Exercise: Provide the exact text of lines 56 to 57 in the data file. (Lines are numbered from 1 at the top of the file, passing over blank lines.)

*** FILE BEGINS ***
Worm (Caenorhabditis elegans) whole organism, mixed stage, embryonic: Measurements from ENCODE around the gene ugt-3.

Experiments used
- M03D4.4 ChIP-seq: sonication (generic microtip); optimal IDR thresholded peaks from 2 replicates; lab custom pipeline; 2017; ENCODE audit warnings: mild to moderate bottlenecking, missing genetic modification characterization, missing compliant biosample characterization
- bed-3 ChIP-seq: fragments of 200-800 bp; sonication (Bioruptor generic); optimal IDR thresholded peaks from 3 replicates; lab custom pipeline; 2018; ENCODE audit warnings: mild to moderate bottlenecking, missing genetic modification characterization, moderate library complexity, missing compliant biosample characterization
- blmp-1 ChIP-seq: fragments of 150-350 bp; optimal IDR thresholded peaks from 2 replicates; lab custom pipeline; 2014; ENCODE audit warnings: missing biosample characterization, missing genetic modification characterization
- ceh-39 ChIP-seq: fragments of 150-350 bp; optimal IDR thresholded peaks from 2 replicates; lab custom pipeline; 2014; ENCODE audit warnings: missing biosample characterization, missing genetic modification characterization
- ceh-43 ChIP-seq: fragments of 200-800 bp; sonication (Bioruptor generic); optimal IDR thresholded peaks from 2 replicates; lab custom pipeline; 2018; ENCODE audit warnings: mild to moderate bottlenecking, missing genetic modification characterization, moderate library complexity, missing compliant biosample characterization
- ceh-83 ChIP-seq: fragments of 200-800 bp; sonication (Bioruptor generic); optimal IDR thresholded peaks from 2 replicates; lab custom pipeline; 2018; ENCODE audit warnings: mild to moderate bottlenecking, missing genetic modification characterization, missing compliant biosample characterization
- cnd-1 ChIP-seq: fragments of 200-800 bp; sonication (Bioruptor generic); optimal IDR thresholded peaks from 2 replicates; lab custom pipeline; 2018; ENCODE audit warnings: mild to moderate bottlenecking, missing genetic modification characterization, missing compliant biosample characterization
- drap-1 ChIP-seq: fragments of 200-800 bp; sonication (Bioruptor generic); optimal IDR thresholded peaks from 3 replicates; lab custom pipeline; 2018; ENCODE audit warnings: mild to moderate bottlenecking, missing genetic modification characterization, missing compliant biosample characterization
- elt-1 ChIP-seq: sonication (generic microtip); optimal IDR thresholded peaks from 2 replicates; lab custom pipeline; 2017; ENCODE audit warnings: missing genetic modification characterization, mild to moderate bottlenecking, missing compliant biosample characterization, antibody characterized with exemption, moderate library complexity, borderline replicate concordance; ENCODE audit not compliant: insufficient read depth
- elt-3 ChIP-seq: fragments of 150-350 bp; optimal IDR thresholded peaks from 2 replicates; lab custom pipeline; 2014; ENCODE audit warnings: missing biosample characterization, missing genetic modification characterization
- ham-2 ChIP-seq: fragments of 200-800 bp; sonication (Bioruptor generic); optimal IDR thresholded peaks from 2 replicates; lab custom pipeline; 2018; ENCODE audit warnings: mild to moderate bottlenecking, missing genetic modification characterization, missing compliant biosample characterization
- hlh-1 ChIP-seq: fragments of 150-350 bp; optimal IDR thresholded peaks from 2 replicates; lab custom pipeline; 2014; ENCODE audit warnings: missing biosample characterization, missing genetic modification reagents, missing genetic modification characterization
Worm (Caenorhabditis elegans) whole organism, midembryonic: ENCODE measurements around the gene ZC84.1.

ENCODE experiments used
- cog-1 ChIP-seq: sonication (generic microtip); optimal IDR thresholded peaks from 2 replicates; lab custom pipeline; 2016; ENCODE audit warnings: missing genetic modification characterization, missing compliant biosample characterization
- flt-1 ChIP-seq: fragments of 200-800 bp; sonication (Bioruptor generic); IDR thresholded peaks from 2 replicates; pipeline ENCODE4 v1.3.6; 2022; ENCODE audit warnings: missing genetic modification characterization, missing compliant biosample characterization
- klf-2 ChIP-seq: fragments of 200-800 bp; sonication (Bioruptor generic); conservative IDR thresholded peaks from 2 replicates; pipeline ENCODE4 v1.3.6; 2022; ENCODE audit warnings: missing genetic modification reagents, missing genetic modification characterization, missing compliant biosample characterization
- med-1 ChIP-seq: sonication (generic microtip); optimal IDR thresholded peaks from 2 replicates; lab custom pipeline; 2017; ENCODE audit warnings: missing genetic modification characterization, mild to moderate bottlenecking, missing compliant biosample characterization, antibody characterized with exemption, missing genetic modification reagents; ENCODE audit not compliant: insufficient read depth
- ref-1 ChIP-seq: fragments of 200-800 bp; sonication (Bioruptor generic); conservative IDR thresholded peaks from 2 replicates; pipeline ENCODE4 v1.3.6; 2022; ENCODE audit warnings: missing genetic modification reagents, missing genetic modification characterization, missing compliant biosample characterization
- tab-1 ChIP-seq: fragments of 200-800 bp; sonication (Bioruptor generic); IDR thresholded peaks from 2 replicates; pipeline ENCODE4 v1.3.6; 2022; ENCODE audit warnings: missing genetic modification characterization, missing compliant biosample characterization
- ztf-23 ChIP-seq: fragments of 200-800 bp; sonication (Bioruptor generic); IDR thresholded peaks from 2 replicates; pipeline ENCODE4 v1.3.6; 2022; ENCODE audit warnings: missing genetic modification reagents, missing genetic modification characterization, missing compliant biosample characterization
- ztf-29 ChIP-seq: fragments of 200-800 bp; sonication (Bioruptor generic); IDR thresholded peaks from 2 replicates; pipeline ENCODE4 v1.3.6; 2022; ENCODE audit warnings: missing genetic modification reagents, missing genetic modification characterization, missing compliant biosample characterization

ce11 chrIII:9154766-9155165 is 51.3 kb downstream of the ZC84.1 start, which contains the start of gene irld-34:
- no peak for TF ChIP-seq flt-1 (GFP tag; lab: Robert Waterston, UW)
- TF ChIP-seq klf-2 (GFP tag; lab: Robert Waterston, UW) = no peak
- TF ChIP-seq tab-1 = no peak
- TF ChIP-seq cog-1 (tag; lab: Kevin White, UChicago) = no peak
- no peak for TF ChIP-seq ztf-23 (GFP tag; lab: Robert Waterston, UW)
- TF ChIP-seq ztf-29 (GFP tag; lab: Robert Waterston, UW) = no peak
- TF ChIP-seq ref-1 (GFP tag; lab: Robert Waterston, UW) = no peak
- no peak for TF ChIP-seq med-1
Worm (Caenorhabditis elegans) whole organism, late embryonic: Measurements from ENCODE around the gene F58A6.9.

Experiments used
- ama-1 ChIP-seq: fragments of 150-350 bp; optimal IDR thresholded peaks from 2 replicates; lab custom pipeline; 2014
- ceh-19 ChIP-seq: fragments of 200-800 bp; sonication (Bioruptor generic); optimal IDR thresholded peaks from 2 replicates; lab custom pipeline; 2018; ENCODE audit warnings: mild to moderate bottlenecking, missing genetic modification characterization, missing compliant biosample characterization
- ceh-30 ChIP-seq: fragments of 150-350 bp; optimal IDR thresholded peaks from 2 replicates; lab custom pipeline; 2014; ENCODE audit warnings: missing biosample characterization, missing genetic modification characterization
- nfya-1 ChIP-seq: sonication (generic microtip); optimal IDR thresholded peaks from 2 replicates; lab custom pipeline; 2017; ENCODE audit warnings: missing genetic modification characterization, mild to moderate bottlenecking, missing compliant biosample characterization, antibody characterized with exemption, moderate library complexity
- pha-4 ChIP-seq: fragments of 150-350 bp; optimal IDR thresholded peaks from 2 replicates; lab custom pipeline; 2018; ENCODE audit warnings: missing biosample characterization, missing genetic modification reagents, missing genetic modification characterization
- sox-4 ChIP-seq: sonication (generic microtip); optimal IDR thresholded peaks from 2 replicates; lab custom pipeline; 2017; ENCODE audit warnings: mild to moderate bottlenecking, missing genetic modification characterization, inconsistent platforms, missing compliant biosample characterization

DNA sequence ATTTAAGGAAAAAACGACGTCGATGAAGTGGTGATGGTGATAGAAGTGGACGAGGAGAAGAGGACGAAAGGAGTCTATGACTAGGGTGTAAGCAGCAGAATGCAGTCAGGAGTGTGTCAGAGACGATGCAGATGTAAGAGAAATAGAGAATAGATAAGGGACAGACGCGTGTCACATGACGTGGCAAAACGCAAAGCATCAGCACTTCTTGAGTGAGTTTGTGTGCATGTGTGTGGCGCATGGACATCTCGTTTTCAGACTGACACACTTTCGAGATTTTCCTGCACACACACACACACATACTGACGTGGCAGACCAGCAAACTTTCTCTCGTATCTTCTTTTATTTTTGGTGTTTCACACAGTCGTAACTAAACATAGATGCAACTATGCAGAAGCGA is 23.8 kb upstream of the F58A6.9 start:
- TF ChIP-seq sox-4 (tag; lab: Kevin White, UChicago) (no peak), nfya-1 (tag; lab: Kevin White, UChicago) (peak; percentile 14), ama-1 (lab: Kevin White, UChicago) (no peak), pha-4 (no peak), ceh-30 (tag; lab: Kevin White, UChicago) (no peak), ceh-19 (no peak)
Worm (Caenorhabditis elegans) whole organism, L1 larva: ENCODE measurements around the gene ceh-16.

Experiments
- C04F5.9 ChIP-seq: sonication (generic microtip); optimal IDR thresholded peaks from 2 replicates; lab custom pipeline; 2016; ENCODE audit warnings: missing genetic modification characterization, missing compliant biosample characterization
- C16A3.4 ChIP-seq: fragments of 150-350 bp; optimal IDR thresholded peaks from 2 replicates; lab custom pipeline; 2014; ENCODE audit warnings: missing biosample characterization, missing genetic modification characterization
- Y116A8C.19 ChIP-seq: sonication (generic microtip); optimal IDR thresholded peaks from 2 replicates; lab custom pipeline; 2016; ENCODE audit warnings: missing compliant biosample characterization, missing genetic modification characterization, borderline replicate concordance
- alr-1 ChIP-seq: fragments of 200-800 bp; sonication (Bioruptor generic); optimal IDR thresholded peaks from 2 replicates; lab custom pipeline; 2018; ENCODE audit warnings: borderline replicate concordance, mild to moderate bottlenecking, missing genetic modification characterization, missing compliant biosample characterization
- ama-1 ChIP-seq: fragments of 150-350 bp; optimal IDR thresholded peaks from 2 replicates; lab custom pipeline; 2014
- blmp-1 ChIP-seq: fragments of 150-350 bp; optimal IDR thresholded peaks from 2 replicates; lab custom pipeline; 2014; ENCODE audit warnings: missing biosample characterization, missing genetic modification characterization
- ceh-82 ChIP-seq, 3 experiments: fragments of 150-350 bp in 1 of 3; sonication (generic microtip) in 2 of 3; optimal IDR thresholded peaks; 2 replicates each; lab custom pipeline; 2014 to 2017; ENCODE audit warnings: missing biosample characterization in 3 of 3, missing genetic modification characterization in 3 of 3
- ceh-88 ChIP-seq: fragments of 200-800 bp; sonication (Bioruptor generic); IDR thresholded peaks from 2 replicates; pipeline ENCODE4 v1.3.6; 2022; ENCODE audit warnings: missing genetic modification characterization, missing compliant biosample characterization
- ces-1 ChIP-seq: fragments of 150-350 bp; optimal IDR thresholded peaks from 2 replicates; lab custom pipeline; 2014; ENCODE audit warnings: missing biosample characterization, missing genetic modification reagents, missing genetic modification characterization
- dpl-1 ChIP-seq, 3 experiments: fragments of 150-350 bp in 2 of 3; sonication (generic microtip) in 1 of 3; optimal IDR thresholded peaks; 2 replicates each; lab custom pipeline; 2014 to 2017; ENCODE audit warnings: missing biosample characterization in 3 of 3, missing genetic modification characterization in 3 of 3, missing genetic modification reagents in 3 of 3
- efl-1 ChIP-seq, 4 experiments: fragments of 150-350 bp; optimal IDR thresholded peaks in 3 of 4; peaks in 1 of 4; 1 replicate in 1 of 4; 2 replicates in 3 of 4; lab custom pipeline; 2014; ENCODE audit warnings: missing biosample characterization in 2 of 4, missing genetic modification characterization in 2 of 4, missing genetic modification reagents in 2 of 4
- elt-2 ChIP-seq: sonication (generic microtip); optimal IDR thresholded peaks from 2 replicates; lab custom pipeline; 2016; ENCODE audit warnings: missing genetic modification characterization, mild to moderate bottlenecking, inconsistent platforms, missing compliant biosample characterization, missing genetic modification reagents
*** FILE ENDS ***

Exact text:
- efl-1 ChIP-seq, 4 experiments: fragments of 150-350 bp; optimal IDR thresholded peaks in 3 of 4; peaks in 1 of 4; 1 replicate in 1 of 4; 2 replicates in 3 of 4; lab custom pipeline; 2014; ENCODE audit warnings: missing biosample characterization in 2 of 4, missing genetic modification characterization in 2 of 4, missing genetic modification reagents in 2 of 4
- elt-2 ChIP-seq: sonication (generic microtip); optimal IDR thresholded peaks from 2 replicates; lab custom pipeline; 2016; ENCODE audit warnings: missing genetic modification characterization, mild to moderate bottlenecking, inconsistent platforms, missing compliant biosample characterization, missing genetic modification reagents